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Weekly Features
Letter from New York
Mathew Tombers is Managing Director of Intermat, Inc., ( a television company which executive produces programs and consults with industry companies on a variety of issues. Intermat, Inc. is currently involved in approximately thirty hours of television in various stages for a variety of networks. He is one of the Executive Producers of OFF TO WAR, a ten hour series for Discovery Times and for a one hour on international adoptions for Discovery Health. He has consulted a variety of companies, including Ted Turner Documentaries, WETA, Betelgeuse Productions, and Creation Films, Lou Reda Productions as well as many others.

Letter From New York: An American Experience
By Mat Tombers

August 3, 2006

Tombers Reports on Living When It is Hot as H**L, Part Deux

Usually I begin working on my “Letter From New York” at least a day before it’s due; today I am battling my deadline to get this in. It’s been a combination of factors that has put me behind schedule. Just starting a new assignment for a client, I have been down in the city for three days, two nights and since it has been a long time since I’ve spent a night in the city, I have used it to squeeze in seeing a number of people I have [perhaps] neglected. Tuesday I had dinner with an old colleague from Discovery who now runs programming for WE: Women’s Entertainment. Wednesday I had dinner with an old friend, down in SoHo, not far from where I lived when first in New York. The following night, I moderated a panel for the PGA [Producer’s Guild of America] with two of my favorite people, the Renaud brothers, Craig and Brent, who have just been nominated for a News and Documentary Emmy for their HBO film, DOPE SICK LOVE.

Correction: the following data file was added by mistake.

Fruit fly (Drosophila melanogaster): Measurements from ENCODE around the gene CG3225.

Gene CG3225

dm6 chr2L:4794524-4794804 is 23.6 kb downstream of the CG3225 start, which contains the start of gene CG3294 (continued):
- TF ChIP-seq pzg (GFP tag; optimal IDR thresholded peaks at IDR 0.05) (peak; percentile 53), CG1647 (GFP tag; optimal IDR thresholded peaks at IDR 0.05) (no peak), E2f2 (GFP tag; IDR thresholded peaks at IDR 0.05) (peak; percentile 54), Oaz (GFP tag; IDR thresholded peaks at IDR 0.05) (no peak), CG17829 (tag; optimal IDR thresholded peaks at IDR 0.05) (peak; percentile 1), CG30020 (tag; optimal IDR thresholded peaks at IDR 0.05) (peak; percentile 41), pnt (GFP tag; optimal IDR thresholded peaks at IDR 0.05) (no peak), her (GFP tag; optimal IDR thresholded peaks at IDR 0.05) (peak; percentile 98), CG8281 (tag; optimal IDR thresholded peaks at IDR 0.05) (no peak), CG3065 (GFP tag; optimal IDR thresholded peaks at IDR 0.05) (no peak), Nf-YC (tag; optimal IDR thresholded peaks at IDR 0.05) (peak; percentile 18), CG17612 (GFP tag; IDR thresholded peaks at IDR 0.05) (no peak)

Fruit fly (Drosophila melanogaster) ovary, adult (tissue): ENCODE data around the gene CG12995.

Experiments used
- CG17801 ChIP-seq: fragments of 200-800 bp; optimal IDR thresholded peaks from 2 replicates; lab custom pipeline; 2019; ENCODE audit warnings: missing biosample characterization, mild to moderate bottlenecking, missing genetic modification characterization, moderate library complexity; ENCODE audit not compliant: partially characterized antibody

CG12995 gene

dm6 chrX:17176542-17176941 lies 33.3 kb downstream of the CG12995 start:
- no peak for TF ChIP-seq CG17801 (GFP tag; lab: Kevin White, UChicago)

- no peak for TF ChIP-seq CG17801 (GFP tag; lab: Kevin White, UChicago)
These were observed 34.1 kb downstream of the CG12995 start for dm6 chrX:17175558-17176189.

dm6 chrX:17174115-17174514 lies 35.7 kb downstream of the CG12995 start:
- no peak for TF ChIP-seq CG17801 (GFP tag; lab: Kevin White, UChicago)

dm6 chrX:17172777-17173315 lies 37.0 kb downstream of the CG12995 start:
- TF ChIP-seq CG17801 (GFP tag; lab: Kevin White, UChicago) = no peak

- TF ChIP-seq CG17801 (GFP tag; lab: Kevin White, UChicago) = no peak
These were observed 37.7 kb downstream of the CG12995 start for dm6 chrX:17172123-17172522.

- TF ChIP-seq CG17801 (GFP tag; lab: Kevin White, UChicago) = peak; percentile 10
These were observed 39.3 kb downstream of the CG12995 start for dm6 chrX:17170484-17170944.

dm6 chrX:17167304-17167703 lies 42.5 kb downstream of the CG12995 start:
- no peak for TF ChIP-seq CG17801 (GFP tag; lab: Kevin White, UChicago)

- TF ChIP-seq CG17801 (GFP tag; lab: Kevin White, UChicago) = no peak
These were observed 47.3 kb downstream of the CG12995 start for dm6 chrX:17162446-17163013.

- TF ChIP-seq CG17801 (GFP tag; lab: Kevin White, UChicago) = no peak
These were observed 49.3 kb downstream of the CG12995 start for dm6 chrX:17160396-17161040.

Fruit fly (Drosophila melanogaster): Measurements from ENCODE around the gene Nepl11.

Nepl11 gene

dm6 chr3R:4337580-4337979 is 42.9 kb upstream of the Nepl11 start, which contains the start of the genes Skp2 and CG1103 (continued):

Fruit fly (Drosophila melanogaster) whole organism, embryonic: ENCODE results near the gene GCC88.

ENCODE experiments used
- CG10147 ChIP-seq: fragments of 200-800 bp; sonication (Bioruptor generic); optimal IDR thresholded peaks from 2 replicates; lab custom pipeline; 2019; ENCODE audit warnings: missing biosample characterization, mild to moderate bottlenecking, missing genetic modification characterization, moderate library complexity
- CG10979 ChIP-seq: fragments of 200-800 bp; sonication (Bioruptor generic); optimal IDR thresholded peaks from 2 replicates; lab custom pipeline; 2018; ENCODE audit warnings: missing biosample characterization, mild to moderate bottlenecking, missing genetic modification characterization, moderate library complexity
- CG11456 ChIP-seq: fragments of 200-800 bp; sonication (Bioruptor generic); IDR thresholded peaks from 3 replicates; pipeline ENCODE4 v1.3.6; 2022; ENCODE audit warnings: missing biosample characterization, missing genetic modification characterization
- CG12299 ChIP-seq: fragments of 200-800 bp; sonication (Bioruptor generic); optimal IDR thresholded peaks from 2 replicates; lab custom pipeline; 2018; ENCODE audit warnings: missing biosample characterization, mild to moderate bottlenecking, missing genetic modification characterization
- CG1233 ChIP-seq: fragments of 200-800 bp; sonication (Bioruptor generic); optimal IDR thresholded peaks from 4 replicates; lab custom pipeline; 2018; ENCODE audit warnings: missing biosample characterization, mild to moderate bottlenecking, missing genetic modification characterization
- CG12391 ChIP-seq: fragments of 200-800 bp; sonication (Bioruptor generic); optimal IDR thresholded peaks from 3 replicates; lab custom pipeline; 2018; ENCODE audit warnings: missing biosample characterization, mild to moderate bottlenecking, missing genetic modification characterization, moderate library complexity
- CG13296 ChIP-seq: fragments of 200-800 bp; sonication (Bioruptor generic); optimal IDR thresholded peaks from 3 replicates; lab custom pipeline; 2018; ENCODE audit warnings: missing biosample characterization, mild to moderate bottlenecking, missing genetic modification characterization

New York, which has recently been called “the nicest big city in the world” has had that title tested this past week against the pressure of the mind boggling heat wave that has pressed down upon the city, the heat wave having migrated across the country from west to east, providing misery to many as it marched, like Sherman to the sea.

As the heat wave laid siege to Louisville, a local wag friend said it was so bad it was making the Red State of Kentucky believe in Al Gore. On the train, people chatted about a scientist who had been outlining the worst case scenario of Global Warming. While not quite following, I knew it was not a pretty picture.

The eastern power grid has been challenged and every day new warnings were issued, reminding easterners to turn up their air conditioning and turn down their lights to take stress off a system churning out more power than it ever has – with magnificent luck only pockets broke down and burned out [poor Queens, the borough most unloved by the electricity gods].

Everyone I know has moved with uncharacteristic slowness, a kind of languor that would make tourists think they were in Savannah rather than in the city that never slept. And the city is full of tourists. Going to a meeting near Times Square I had to dodge dozens with maps unfolded, attempting to find their way to their next landmark. Slipping by them, I had to twist around the ladies with the placards declaring that the time of Rapture was upon us.

What with the heat, the bad news from Lebanon and Iraq and Israel, the possibility that Iran is making nukes and the rumor that the Pakistanis are building a very suspicious reactor, well…it’s no wonder the ladies were waving their Rapture signs so high.

In what seemed more movie script like than reality, several news organizations on and off air explored the concepts of Rapture and Armageddon while squirreling through the quatrains of Master Nostradamus to find sense of the present while looking for road signs for the future. St. John’s Book of Revelations seemed suddenly more popular than usual.

In an unusual move for me, news junkie that I am, I found I was rationing my doses of bad news. I doubt that I am alone in this non-activity.

My theory of the week is that the heat has acerbated everything around us and the heat is a catalyst for everything that has been causing us anxiety. Surprisingly, in this heat and the anxiety surrounding us, the people on the streets have been remarkably polite. No one knocked down the Rapture Ladies; tourists were helped and while Beirut and Baghdad burn, we continue on and in our continuing on continue to be what I like to think we are at our hearts: decent.